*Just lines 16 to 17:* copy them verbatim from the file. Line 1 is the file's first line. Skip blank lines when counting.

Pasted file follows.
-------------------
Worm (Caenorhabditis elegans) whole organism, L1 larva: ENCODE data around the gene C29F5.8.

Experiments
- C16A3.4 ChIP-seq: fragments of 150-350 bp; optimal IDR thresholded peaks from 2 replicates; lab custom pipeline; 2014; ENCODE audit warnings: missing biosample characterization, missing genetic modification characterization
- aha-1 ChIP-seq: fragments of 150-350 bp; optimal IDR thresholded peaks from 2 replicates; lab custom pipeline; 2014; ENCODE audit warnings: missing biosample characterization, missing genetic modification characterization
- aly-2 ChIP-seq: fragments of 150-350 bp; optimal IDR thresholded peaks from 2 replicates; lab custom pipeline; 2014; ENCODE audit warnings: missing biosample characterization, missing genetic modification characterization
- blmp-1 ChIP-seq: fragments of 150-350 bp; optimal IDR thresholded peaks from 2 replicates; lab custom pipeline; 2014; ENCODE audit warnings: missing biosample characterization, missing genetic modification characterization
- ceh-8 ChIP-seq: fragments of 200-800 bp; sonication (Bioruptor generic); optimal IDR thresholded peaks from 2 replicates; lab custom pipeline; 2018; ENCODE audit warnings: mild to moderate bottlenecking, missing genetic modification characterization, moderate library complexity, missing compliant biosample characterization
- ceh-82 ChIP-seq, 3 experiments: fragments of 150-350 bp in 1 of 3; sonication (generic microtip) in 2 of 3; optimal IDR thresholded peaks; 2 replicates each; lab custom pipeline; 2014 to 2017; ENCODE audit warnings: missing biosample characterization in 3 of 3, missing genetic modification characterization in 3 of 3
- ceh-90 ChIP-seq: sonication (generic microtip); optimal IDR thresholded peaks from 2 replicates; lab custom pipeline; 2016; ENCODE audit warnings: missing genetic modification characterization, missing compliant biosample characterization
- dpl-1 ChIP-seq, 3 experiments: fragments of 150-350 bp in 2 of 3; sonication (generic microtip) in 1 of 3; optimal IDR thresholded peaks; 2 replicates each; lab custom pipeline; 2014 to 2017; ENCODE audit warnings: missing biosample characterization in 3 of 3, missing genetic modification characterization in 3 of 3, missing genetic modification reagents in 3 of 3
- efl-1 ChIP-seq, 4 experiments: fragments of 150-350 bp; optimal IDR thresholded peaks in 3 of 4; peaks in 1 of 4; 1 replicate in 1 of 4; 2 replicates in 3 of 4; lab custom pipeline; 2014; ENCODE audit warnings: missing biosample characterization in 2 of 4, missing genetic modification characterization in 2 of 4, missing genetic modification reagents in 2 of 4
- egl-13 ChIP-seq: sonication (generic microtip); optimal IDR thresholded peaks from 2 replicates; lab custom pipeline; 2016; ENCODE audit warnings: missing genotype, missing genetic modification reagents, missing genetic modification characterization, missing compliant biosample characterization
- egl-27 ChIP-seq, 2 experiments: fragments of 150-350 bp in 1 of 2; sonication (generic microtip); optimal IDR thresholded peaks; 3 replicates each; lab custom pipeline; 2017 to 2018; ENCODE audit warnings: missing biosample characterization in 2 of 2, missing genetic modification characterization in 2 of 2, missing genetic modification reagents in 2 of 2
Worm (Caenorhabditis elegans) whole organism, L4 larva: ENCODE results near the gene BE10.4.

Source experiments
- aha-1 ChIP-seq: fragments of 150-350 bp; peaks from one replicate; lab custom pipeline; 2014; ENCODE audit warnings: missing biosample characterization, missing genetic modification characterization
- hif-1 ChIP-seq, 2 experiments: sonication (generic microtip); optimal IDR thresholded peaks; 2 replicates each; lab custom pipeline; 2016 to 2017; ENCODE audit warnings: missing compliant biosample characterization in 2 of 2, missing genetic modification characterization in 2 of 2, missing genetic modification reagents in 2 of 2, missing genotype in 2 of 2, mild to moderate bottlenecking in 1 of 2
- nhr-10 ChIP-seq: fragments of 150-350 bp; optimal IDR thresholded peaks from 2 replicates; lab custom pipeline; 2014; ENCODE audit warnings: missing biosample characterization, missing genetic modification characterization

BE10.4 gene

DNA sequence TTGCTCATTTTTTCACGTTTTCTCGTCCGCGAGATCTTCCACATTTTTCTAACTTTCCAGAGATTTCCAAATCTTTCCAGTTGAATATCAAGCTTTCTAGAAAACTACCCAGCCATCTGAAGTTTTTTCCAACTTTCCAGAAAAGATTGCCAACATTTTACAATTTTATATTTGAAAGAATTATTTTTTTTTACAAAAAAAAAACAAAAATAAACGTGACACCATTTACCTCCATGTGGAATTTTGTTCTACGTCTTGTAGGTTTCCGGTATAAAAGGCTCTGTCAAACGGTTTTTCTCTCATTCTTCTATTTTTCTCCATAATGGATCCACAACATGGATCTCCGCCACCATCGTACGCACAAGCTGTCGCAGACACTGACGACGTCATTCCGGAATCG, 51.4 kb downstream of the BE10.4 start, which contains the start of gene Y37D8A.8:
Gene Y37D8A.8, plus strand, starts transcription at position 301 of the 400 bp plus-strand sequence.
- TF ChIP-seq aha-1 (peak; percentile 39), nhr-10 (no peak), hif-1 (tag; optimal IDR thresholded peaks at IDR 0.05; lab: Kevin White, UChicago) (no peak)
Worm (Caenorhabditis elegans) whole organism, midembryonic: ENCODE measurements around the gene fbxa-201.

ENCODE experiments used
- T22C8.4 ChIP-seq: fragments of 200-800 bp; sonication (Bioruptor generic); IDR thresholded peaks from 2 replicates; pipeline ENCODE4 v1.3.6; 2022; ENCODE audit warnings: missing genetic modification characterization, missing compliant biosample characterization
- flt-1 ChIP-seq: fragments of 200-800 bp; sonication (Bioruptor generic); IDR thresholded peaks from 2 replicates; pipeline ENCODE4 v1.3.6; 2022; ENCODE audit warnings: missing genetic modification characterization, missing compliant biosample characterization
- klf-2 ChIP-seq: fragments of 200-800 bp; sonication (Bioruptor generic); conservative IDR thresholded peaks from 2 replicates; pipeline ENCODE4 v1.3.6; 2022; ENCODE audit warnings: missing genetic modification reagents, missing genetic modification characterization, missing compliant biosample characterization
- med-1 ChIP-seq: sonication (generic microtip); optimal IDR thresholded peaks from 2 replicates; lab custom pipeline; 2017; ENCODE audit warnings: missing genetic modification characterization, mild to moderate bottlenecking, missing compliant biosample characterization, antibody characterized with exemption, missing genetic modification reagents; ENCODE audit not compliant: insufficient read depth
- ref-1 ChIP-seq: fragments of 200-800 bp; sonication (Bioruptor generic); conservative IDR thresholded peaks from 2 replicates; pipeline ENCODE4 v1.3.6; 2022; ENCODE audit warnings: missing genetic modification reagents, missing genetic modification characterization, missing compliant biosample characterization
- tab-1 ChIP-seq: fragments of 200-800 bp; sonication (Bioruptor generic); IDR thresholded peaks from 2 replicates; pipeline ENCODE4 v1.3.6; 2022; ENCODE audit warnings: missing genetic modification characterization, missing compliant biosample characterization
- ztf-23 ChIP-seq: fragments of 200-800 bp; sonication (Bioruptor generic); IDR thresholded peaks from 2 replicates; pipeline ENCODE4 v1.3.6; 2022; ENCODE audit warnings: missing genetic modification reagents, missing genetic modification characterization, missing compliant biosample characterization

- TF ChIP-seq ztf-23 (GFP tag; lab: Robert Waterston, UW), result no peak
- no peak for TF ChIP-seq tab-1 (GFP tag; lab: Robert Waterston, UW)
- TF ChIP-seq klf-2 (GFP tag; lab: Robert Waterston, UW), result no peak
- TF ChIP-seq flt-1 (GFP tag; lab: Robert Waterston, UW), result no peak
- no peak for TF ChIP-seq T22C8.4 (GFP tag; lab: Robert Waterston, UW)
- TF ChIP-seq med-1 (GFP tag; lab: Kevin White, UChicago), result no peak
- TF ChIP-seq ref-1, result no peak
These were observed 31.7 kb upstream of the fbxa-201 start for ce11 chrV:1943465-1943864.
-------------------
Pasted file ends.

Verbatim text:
- aha-1 ChIP-seq: fragments of 150-350 bp; peaks from one replicate; lab custom pipeline; 2014; ENCODE audit warnings: missing biosample characterization, missing genetic modification characterization
- hif-1 ChIP-seq, 2 experiments: sonication (generic microtip); optimal IDR thresholded peaks; 2 replicates each; lab custom pipeline; 2016 to 2017; ENCODE audit warnings: missing compliant biosample characterization in 2 of 2, missing genetic modification characterization in 2 of 2, missing genetic modification reagents in 2 of 2, missing genotype in 2 of 2, mild to moderate bottlenecking in 1 of 2